I am writing this more out of curiosity than for the purpose to persuade you to think my way. Do you negotiate your rates or do you take a hard stance on being non-negotiable with your rates. The reason I ask is because it has become a topic of conversation with several of our mentorship clients recently. To be honest I think it is a personal choice and I would like to layout the pro’s and con’s of each side as I see it, but would also love to hear from you: negotiable or non-negotiable?
Taking a Firm Stand – Non Negotiable
Pro’s – I think the biggest pro to not being willing to negotiate your rates is simply that you have a firm boundary around what you will and will not do for a certain dollar amount. This allows you the security of knowing that you feel good about your compensation and essentially not leaving yourself in a place of feeling undervalued. For many this is a deal breaker, period. Especially in our virtual support community. One of the main complaints I receive from virtual support professionals is that they feel undervalued in their role with the businesses they serve. Many times this stems simply from the agreement they have around their rate, not even from the way the client treats them. I have heard time and time again ‘I really love this client by the only pay X and my current rate is Y, and they are not willing to change the rate, so I will have to let them go.’ This is not a good experience for anyone but happens very often.
Often times using the retainer or dollar per hour amount is a bit of a qualifier to the success or stability of the business that is looking to hire us.. ie: if they can’t pay XX they are not ready to work with someone at your level of support. I totally get this. As an OBM I am firm believer in requiring a client to be at a certain level of success before they are ready to work an Online Business Manager. When you are not willing to negotiate rates you take a stand for your expertise and for the level of expectation you have for your current clients.
Personally, I feel any seasoned virtual support professional should feel confident in not being willing to negotiate. You bring a level of expertise through your experience and or results. With this level of confidence you should feel good about your rates and being an asset to the businesses growth.
Con’s – well simply put, some folks simply wont work with you if they feel you are out of their price range. Many prospective clients are interested in seeing if they can get your rates down and truth be told, some have this mindset even if they are perfectly capable of paying what your going rate is. The biggest con I see in not negotiating is simply the loss of potential clients. The good news is that most of us work with very selective clienteles and replacing one or two prospects is not that difficult.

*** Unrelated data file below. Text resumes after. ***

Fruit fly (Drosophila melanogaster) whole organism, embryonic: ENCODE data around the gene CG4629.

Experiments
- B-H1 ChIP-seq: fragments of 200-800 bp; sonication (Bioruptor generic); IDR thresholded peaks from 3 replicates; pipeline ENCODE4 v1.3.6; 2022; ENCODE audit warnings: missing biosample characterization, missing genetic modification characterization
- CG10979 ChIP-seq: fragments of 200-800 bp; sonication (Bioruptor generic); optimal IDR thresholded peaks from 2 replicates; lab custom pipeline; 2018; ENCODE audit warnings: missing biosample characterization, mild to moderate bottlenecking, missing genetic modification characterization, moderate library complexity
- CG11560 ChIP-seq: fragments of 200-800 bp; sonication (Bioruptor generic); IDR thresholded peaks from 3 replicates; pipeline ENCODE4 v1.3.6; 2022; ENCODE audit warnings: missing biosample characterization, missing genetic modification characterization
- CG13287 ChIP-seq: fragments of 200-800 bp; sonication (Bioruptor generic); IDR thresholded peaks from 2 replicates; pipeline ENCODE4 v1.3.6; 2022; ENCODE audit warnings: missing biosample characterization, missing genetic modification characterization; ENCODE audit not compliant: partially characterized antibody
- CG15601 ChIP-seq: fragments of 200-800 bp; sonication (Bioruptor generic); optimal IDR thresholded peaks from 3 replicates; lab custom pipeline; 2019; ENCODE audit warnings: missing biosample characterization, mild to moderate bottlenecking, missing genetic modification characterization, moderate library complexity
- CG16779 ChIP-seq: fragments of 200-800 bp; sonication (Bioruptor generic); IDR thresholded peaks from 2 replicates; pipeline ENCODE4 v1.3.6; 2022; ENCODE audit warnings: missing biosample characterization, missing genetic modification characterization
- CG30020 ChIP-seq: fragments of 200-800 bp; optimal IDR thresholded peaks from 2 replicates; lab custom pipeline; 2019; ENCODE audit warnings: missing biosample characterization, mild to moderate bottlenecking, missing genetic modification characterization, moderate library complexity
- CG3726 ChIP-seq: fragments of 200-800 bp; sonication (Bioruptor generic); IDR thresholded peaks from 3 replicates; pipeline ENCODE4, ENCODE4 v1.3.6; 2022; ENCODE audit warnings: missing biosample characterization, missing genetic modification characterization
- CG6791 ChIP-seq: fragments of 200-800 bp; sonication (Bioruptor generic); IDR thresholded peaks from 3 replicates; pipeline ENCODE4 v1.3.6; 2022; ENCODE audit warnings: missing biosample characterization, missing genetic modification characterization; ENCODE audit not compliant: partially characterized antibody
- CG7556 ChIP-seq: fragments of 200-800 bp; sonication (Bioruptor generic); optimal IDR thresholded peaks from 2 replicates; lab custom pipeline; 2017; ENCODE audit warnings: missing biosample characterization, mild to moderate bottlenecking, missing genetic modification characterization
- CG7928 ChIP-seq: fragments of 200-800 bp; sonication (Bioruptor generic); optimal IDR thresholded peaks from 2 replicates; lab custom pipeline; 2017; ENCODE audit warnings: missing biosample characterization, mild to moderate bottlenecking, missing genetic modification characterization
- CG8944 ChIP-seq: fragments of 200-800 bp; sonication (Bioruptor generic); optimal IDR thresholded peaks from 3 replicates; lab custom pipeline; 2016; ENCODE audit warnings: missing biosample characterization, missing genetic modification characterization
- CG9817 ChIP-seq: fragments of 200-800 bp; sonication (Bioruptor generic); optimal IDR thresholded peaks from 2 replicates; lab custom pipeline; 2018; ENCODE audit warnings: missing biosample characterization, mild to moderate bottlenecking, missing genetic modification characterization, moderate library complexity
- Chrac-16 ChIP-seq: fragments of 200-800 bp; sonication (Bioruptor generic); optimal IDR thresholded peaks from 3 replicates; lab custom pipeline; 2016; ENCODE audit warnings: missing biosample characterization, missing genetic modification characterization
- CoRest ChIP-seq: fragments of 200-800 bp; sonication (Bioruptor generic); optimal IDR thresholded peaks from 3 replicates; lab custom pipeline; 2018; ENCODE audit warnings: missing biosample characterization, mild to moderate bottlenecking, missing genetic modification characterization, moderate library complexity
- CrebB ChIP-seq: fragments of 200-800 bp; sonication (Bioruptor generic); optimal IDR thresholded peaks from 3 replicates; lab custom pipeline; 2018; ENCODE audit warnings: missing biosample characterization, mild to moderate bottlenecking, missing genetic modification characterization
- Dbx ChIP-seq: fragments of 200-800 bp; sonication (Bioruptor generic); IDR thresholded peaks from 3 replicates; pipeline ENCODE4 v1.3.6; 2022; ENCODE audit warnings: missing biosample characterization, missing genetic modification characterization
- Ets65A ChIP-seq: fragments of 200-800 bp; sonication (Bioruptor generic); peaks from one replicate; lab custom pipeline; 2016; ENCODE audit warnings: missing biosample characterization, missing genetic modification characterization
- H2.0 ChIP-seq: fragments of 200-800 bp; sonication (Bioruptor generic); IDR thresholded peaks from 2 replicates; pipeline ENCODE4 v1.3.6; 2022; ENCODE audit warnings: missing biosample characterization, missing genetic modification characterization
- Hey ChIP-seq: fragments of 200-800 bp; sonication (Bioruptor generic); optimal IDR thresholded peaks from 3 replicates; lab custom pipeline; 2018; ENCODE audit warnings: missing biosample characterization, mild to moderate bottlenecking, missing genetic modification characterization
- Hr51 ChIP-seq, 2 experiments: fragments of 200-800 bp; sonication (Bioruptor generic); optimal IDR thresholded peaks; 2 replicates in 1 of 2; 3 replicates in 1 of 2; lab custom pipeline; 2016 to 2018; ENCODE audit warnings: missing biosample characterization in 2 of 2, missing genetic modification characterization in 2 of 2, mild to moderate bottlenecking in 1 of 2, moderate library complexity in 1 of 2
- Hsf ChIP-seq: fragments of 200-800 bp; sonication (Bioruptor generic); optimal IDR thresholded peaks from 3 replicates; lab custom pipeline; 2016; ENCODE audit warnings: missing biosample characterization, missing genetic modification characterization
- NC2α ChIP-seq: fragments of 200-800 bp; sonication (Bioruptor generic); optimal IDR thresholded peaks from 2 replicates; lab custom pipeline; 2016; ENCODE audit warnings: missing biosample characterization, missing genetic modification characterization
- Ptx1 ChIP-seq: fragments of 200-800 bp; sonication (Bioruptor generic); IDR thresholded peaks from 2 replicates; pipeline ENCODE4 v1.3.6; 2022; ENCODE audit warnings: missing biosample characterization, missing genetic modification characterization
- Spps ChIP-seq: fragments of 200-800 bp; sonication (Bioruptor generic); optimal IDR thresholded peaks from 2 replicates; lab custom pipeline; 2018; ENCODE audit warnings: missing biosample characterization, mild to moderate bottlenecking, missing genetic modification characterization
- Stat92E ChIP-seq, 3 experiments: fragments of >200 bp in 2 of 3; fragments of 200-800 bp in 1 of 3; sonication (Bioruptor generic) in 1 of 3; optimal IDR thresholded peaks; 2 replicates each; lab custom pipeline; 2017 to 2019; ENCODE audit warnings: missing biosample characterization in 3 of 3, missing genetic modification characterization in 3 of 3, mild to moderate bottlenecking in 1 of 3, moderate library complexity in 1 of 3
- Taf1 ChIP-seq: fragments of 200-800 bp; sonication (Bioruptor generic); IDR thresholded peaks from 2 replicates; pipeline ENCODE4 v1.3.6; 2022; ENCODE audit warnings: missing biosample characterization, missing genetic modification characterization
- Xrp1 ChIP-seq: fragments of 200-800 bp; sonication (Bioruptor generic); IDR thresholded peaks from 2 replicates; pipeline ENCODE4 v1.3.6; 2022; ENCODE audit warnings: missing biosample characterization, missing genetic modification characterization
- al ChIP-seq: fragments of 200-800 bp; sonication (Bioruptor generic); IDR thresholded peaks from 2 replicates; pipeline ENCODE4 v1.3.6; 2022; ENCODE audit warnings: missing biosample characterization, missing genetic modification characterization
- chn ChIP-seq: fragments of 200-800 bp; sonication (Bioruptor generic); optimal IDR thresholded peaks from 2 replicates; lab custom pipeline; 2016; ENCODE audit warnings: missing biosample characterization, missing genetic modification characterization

Let’s Make a Deal – Negotiation Time
Pro’s – There is no secret that negotiations is a standard practice in business. In most industries I would even say it’s an expectation that negotiations would be part of the contractual process. So when you are working with seasoned business owners who negotiations is simply a part of doing business, you need to be certain you know how to play the game. And if you do it effectively it will not leave you feeling like you got the raw end of the deal. Folks who are willing to negotiate need to have a very clear grasp on 2 things in my opinion:
1. What is your bottom line to ensure you are making a profit and feel great about the arrangement
2. What is exactly are you willing to negotiate, dollar amount, services, both, etc… there is often more room to play to get a win/win then what simply meets the eye.
Being will to negotiate allows you give the feeling that your prospective client is getting a ‘deal’, which is a real embedded mindset in today’s consumers… so if your prospect doesn’t feel he is getting the best pricing you could loose the contract. Again, not because they couldn’t pay, but because you didn’t play into the psychology of the sale. This might give you a higher close rate and have a bit of a more appreciative attitude from your client.
Con’s – You can under sell yourself and end up in a not so great contract. To be honest I really think that negotiations are better handled by folks who quite love the process. If you don’t love the process it is likely this would not be a good option for your business model or sales process. If you are not a strong sales person with great confidence to what you bring to the table, you could find yourself on the loosing end of a negotiated contract that your committed to for a certain time period… so think about seriously before you consider going this route.
That’s my take.. I would love to hear yours and find out what is happening in these conversation industry wide! Go ahead and pop me a note below, feel free to share your experience or ask any questions you may have.